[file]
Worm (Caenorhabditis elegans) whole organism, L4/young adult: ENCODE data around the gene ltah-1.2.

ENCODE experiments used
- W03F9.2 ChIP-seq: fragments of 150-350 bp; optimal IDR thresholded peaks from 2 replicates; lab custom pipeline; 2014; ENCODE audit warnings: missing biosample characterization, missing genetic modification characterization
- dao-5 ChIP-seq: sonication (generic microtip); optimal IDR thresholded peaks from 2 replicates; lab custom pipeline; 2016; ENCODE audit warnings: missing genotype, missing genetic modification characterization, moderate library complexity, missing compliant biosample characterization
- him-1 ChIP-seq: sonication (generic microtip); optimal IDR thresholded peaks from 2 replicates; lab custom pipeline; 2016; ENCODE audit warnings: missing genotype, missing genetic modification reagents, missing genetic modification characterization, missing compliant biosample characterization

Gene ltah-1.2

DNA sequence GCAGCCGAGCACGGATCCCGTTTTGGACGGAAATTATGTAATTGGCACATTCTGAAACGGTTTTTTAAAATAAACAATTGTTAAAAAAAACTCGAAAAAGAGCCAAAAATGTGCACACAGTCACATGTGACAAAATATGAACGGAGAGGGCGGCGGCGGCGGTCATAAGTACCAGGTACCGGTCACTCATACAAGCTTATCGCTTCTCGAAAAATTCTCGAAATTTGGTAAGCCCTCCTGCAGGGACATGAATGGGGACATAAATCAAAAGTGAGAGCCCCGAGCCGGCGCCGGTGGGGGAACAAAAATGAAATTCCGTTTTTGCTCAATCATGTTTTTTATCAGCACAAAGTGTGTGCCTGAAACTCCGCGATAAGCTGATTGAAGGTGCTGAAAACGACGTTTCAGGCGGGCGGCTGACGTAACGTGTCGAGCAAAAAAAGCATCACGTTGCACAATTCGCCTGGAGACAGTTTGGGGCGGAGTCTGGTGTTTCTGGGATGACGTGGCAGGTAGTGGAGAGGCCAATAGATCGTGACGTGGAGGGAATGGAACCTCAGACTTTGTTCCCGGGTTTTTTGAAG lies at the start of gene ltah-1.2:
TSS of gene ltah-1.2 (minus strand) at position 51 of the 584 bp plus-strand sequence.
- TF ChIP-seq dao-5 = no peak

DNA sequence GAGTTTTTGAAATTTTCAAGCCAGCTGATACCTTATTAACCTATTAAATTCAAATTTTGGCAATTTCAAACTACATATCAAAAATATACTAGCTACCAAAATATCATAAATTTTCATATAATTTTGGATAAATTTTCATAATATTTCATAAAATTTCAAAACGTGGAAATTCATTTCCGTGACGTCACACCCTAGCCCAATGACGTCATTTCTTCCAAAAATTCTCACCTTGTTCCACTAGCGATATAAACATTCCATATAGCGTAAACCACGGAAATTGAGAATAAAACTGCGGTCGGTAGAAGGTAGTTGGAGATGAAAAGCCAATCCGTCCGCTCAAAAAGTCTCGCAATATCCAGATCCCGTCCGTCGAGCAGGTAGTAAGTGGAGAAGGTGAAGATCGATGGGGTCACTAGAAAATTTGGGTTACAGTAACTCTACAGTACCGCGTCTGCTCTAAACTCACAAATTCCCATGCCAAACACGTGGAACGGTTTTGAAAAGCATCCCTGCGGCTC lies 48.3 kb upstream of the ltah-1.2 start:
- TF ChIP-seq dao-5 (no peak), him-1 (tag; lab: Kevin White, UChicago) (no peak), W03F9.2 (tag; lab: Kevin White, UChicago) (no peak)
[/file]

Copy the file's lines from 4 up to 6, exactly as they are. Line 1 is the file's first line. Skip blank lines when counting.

- dao-5 ChIP-seq: sonication (generic microtip); optimal IDR thresholded peaks from 2 replicates; lab custom pipeline; 2016; ENCODE audit warnings: missing genotype, missing genetic modification characterization, moderate library complexity, missing compliant biosample characterization
- him-1 ChIP-seq: sonication (generic microtip); optimal IDR thresholded peaks from 2 replicates; lab custom pipeline; 2016; ENCODE audit warnings: missing genotype, missing genetic modification reagents, missing genetic modification characterization, missing compliant biosample characterization

Gene ltah-1.2